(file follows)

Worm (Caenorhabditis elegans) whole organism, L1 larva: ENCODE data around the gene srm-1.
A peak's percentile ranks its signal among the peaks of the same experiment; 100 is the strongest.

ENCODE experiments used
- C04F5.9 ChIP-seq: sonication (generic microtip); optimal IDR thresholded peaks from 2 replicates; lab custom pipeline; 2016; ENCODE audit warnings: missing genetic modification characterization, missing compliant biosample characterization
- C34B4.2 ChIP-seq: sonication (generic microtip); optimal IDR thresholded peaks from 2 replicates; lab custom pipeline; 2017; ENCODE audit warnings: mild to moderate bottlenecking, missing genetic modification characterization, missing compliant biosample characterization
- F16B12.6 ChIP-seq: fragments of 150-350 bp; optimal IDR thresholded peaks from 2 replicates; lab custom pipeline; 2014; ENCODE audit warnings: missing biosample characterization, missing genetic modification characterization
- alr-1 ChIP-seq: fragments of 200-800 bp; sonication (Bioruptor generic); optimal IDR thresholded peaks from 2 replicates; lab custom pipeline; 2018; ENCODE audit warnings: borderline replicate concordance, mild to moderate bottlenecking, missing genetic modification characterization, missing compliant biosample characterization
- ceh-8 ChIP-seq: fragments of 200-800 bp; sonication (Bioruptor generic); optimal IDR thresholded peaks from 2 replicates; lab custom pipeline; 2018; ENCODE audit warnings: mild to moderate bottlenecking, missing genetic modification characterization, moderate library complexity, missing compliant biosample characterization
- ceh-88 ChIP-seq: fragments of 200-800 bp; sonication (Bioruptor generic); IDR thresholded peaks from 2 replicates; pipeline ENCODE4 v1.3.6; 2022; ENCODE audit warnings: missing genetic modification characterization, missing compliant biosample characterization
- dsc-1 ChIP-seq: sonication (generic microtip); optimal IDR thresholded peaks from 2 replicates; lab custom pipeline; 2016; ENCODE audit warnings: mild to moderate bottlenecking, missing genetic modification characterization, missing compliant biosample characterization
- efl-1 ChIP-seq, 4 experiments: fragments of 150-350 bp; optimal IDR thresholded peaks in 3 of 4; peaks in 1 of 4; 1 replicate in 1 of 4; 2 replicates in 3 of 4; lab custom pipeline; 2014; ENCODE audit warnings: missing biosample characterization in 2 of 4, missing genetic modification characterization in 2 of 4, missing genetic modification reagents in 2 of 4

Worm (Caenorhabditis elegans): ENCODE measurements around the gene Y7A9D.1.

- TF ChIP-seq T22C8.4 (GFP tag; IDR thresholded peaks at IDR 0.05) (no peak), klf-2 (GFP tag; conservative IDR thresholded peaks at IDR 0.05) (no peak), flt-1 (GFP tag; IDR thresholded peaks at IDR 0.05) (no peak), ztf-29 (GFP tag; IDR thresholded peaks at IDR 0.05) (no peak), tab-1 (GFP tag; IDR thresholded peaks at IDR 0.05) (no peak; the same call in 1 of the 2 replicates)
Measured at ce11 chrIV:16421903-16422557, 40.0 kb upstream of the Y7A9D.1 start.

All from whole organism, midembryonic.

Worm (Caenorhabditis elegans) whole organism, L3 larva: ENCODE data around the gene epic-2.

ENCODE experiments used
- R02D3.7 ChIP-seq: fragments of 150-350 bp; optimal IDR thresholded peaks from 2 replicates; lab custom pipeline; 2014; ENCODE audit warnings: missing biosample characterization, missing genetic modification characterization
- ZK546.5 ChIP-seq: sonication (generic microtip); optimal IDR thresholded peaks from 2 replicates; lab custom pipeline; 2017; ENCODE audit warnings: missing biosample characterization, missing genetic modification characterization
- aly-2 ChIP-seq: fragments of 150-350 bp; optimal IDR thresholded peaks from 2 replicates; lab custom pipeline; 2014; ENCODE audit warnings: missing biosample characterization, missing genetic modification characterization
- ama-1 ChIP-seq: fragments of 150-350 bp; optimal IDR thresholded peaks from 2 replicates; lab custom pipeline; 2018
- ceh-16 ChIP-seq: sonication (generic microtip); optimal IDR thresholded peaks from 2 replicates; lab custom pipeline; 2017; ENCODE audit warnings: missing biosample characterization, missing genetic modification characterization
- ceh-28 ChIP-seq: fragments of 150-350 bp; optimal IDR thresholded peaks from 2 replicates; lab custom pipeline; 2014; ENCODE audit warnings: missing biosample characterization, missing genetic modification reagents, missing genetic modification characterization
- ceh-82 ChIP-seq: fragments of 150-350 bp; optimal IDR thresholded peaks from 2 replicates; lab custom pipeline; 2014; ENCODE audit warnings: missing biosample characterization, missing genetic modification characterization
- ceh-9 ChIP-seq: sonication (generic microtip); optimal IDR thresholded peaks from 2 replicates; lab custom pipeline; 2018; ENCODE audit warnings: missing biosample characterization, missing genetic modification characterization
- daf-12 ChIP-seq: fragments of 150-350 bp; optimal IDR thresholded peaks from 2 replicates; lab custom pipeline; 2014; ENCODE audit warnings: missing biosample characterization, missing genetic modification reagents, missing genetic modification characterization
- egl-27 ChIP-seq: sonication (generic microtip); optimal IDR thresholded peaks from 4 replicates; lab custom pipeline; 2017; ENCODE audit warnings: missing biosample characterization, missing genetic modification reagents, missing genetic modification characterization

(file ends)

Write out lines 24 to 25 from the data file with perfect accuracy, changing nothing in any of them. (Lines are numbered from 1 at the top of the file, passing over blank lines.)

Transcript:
- ceh-82 ChIP-seq: fragments of 150-350 bp; optimal IDR thresholded peaks from 2 replicates; lab custom pipeline; 2014; ENCODE audit warnings: missing biosample characterization, missing genetic modification characterization
- ceh-9 ChIP-seq: sonication (generic microtip); optimal IDR thresholded peaks from 2 replicates; lab custom pipeline; 2018; ENCODE audit warnings: missing biosample characterization, missing genetic modification characterization